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Tuesday, June 19, 2012

"Stories from Ancient Canaan" 2nd Edition

TITLE: Stories from Ancient Canaan, Second Edition
AUTHOR: Michael D. Coogan and Mark S. Smith
PUBLISHER: Louisville, KY: Westminster John Knox Press, 2012, (160 pages).

Written by two experts in the studies of Ugaritic literature, this book offers readers a unique insight into the world of the Ancient Near East (ANE) and biblical times, in particular, in the Old Testament contexts. After three decades since the first edition, the editors and translators have updated this book with more new material and improvements. The main additions have been the last two chapters, "The Lovely Gods" and "El's Drinking Party." These labels seem to be a marked departure from ancient languages denoted in the earlier chapters. For instance, there is "Aqhat" written on three tablets that tell the story of the son of Danel. Three tablets tell the story of "Rephaim" which relates the inter-relationships between the living and the dead. The story of "Kirta" tells of a king's urgent search for a successor, an heir, and gives precious insights into the frenetic focus on fertility and the rites that accompany it. Six tablets tell the story of the military god, "Baal," on the power struggles between Baal and Death, El's son. One is given a fascinating insight into the world of gods and goddesses in Canaanite lands. In "The Lovely Gods" which is written in one tablet, and comprises a prescriptive part (rituals) as well as a mythic (stories) part. There are stories of feasting among the gods, rituals of death, song, and even a part on cooking! What is interesting is how one feast brings together all the different deities. Through the feasting, there are allusions to over-consumption, famine, and the dangers of infertility and lack of food. The final chapter on "El's Drinking Part" is admittedly very fragmented. It shows the difficulty not only on translating ancient texts, but trying to interpret them accurately. Finally, the glossary and the glossy pictures provide another way for readers to appreciate the ancient literature.

My Thoughts

Ancient literature like the Ugaritic types are often written in tablets of clay. Due to the age of the tablets, not everything is legible. Much of the content has been lost and unable to be deciphered. It makes me more appreciative of the modern technologies that we have, and how easy it is to preserve, to duplicate, to distribute, and to study modern literature. Despite the best technology, we are still dependent on human interpretation to make sense out of ancient literature like the Ugaritic texts. Here, we rely heavily on the expertise of the editors to make the best sense out of it. I see three benefits in reading this book.

First, it gives Bible readers a fresh insight into the Old Testament times, and how the Israelites live in Canaan land. There are several passages of Scripture that the authors identified, and used the Ugaritic background to illuminate the meaning of Scripture, For instance, Baal's battle with Death makes Baal paranoid about windows (cf: Jeremiah 9:21).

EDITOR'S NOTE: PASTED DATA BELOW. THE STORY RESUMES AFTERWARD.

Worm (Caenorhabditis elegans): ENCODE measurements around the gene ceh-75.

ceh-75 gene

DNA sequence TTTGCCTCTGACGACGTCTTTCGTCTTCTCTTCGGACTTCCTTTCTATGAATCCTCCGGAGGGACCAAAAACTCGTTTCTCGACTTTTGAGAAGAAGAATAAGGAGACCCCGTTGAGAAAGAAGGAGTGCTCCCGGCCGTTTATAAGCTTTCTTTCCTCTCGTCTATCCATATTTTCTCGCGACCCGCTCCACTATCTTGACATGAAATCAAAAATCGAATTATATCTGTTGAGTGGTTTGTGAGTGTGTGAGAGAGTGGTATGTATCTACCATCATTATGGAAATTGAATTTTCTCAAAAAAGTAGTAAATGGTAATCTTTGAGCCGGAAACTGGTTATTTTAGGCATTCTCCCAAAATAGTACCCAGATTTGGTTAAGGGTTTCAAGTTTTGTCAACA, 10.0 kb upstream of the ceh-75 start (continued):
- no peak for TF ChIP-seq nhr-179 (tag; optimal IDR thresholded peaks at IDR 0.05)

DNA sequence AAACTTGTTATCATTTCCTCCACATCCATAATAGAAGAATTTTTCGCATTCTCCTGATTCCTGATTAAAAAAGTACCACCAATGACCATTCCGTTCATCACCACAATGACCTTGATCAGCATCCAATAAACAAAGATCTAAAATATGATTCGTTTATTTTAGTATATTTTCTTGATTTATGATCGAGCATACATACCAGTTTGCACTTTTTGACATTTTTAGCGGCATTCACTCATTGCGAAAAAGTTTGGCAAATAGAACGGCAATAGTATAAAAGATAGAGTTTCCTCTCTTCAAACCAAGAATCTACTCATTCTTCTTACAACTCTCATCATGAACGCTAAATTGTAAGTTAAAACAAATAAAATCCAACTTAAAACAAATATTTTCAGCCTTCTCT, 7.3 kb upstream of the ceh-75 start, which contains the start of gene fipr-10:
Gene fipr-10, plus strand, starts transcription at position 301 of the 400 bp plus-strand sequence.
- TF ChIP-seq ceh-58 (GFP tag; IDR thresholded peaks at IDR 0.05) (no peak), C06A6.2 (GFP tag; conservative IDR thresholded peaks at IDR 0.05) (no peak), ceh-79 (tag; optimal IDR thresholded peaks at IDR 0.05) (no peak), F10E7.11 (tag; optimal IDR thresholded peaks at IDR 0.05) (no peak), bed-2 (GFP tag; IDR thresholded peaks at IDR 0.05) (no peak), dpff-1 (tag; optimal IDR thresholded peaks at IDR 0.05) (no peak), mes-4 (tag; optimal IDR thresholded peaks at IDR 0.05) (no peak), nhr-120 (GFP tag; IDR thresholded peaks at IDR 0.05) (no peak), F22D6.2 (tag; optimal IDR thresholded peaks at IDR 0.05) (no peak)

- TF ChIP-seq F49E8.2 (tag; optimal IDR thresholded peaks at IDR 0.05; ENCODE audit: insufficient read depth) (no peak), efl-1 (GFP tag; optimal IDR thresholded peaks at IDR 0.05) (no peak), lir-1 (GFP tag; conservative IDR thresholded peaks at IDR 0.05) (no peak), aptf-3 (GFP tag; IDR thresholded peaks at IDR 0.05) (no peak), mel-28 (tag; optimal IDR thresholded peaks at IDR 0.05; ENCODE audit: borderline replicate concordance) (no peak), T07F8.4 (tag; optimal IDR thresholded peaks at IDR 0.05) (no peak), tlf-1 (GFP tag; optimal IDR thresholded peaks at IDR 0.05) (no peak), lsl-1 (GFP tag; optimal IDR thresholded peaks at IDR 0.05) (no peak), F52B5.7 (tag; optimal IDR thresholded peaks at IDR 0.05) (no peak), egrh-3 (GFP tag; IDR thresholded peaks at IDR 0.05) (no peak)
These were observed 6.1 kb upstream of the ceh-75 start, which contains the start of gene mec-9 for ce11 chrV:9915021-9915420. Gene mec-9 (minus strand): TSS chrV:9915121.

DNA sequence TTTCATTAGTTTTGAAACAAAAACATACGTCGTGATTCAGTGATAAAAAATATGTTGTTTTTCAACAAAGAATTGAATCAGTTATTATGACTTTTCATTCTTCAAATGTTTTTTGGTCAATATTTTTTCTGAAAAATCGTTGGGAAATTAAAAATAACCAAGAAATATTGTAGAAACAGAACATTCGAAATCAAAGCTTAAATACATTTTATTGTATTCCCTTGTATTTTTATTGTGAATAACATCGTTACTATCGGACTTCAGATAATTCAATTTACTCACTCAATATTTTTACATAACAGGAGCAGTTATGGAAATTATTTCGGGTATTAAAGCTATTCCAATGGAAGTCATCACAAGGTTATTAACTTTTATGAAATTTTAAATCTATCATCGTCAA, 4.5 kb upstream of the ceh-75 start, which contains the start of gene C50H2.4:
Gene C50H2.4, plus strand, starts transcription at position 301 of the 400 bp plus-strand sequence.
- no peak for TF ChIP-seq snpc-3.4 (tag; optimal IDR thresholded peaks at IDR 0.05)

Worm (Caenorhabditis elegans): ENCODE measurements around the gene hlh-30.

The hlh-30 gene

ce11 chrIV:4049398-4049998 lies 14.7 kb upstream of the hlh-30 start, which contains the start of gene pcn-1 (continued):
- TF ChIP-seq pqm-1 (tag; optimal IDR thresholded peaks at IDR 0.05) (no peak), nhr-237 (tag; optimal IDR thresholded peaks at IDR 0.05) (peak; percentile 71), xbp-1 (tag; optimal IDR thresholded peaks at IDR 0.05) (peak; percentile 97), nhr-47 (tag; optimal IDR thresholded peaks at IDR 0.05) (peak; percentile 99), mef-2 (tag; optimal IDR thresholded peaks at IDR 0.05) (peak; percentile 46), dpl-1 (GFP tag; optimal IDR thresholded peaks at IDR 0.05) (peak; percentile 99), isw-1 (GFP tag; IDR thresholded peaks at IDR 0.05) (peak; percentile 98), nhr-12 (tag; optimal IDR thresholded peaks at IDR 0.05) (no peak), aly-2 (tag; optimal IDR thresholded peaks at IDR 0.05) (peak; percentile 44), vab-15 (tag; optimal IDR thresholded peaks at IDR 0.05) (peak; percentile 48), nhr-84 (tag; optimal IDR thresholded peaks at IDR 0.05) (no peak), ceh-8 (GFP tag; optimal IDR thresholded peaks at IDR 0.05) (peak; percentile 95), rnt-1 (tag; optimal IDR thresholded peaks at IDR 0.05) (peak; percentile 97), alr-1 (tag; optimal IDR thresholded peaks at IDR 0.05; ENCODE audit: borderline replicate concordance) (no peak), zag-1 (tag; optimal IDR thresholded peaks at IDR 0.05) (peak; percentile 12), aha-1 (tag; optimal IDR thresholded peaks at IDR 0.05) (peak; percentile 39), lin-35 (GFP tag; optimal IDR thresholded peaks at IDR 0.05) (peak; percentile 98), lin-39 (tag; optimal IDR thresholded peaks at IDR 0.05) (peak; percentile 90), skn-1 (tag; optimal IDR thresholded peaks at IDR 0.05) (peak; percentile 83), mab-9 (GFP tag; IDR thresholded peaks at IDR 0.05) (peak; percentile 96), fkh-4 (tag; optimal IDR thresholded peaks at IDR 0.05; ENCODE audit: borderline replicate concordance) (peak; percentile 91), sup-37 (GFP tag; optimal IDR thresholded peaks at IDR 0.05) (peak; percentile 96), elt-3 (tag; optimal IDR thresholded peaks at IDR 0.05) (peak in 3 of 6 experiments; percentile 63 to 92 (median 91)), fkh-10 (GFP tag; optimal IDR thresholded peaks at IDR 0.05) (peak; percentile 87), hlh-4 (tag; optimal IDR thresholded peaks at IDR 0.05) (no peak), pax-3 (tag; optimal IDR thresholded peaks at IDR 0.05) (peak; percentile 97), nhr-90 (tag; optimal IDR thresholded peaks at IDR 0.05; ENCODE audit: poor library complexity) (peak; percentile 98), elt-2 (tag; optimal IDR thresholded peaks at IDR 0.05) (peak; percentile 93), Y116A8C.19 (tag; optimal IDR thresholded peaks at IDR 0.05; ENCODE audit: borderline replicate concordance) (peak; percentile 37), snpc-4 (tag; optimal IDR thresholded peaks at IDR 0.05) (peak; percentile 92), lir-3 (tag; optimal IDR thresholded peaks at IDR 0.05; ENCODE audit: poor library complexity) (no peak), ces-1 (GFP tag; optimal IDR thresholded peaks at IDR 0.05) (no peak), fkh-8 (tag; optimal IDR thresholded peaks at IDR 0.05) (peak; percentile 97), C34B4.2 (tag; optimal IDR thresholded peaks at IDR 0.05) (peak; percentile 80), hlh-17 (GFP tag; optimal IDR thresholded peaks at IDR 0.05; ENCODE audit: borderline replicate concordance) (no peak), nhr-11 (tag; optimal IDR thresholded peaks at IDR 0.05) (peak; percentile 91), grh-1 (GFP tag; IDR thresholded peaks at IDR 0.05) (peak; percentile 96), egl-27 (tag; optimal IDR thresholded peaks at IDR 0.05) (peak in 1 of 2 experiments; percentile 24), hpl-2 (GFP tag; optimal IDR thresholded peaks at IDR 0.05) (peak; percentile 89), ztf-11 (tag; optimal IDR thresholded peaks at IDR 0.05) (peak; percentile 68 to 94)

Second, the book shows us how closely the ANE use the stories of gods and goddesses to reflect human living. Kings at that time are synonymous with a central figure of not only political and social leadership, it is also religious. Kings have a special way to interact with the gods, making them extremely powerful and influential in the lives of the people.

Third, the overwhelming interest in fertility rites helps us to understand why there is a highly acute survival instinct of people in the ANE. People fight hard to survive. They take agricultural and fertility rites very seriously. They know that food and heirs are keys to survival not only of their families, but for their civilization. The Ugaritic literature contains something that we in the modern world have frequently taken for granted.

There are a lot more lessons to learn. It goes to show how nuanced the stories can be. Perhaps, one of the biggest lessons learned is this. During the time of the ANE, people see the political, social, technological, the religious, and all walks of life as one unit, undivided. We in the modern world have dissected life into far too many components under the principle of secularization. While the Ugaritic literature may appear in fragmented forms, perhaps, the modern world may want to consider whether our world is even more fragmented, albeit in different ways.

This very unique book will supplement studies of ancient texts.

Ratings: 4.75 stars of 5.


This book is provided to me free by Westminster John Knox Press and NetGalley without any obligation for a positive review. All opinions offered above are mine unless otherwise stated or implied.

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